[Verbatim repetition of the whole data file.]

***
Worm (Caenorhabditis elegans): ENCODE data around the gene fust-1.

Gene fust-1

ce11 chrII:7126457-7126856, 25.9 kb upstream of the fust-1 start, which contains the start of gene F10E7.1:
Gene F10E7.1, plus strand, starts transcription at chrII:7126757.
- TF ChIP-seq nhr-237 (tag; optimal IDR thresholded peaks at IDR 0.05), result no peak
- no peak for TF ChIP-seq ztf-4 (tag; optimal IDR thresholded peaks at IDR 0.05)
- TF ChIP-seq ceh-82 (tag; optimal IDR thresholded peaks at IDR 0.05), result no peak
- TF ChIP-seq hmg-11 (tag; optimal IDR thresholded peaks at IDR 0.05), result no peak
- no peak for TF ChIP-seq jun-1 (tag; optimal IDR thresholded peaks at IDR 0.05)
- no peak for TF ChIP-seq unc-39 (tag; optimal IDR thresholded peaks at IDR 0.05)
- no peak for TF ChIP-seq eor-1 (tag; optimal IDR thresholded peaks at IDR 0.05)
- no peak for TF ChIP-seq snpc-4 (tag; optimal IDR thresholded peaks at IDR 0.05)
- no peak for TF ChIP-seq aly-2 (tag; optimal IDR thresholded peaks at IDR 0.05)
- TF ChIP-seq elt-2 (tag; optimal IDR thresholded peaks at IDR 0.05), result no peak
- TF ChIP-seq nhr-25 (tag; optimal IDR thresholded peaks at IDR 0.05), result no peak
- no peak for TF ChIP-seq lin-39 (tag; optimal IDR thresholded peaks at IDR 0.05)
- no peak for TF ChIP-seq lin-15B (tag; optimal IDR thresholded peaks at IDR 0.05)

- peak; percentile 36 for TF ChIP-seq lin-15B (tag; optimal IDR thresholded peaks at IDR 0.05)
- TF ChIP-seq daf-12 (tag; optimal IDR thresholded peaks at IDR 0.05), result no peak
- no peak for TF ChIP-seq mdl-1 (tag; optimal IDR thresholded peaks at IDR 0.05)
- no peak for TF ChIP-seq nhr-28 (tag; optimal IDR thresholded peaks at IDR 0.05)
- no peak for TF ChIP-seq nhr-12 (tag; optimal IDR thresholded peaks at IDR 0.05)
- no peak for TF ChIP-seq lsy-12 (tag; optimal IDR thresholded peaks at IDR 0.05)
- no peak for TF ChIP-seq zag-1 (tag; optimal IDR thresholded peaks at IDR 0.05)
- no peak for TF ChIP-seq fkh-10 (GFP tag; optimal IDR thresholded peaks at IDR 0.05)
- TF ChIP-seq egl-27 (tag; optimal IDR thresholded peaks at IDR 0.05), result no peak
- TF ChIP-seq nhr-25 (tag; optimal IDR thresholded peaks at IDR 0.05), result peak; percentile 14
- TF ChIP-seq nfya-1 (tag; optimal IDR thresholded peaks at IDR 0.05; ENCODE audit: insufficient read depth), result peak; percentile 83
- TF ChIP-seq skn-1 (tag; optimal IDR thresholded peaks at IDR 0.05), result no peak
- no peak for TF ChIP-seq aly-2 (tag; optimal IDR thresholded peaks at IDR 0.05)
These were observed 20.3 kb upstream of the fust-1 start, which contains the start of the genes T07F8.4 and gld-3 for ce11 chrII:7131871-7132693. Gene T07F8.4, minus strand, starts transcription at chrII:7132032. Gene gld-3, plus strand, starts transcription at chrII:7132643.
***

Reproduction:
Worm (Caenorhabditis elegans): ENCODE data around the gene fust-1.

Gene fust-1

ce11 chrII:7126457-7126856, 25.9 kb upstream of the fust-1 start, which contains the start of gene F10E7.1:
Gene F10E7.1, plus strand, starts transcription at chrII:7126757.
- TF ChIP-seq nhr-237 (tag; optimal IDR thresholded peaks at IDR 0.05), result no peak
- no peak for TF ChIP-seq ztf-4 (tag; optimal IDR thresholded peaks at IDR 0.05)
- TF ChIP-seq ceh-82 (tag; optimal IDR thresholded peaks at IDR 0.05), result no peak
- TF ChIP-seq hmg-11 (tag; optimal IDR thresholded peaks at IDR 0.05), result no peak
- no peak for TF ChIP-seq jun-1 (tag; optimal IDR thresholded peaks at IDR 0.05)
- no peak for TF ChIP-seq unc-39 (tag; optimal IDR thresholded peaks at IDR 0.05)
- no peak for TF ChIP-seq eor-1 (tag; optimal IDR thresholded peaks at IDR 0.05)
- no peak for TF ChIP-seq snpc-4 (tag; optimal IDR thresholded peaks at IDR 0.05)
- no peak for TF ChIP-seq aly-2 (tag; optimal IDR thresholded peaks at IDR 0.05)
- TF ChIP-seq elt-2 (tag; optimal IDR thresholded peaks at IDR 0.05), result no peak
- TF ChIP-seq nhr-25 (tag; optimal IDR thresholded peaks at IDR 0.05), result no peak
- no peak for TF ChIP-seq lin-39 (tag; optimal IDR thresholded peaks at IDR 0.05)
- no peak for TF ChIP-seq lin-15B (tag; optimal IDR thresholded peaks at IDR 0.05)

- peak; percentile 36 for TF ChIP-seq lin-15B (tag; optimal IDR thresholded peaks at IDR 0.05)
- TF ChIP-seq daf-12 (tag; optimal IDR thresholded peaks at IDR 0.05), result no peak
- no peak for TF ChIP-seq mdl-1 (tag; optimal IDR thresholded peaks at IDR 0.05)
- no peak for TF ChIP-seq nhr-28 (tag; optimal IDR thresholded peaks at IDR 0.05)
- no peak for TF ChIP-seq nhr-12 (tag; optimal IDR thresholded peaks at IDR 0.05)
- no peak for TF ChIP-seq lsy-12 (tag; optimal IDR thresholded peaks at IDR 0.05)
- no peak for TF ChIP-seq zag-1 (tag; optimal IDR thresholded peaks at IDR 0.05)
- no peak for TF ChIP-seq fkh-10 (GFP tag; optimal IDR thresholded peaks at IDR 0.05)
- TF ChIP-seq egl-27 (tag; optimal IDR thresholded peaks at IDR 0.05), result no peak
- TF ChIP-seq nhr-25 (tag; optimal IDR thresholded peaks at IDR 0.05), result peak; percentile 14
- TF ChIP-seq nfya-1 (tag; optimal IDR thresholded peaks at IDR 0.05; ENCODE audit: insufficient read depth), result peak; percentile 83
- TF ChIP-seq skn-1 (tag; optimal IDR thresholded peaks at IDR 0.05), result no peak
- no peak for TF ChIP-seq aly-2 (tag; optimal IDR thresholded peaks at IDR 0.05)
These were observed 20.3 kb upstream of the fust-1 start, which contains the start of the genes T07F8.4 and gld-3 for ce11 chrII:7131871-7132693. Gene T07F8.4, minus strand, starts transcription at chrII:7132032. Gene gld-3, plus strand, starts transcription at chrII:7132643.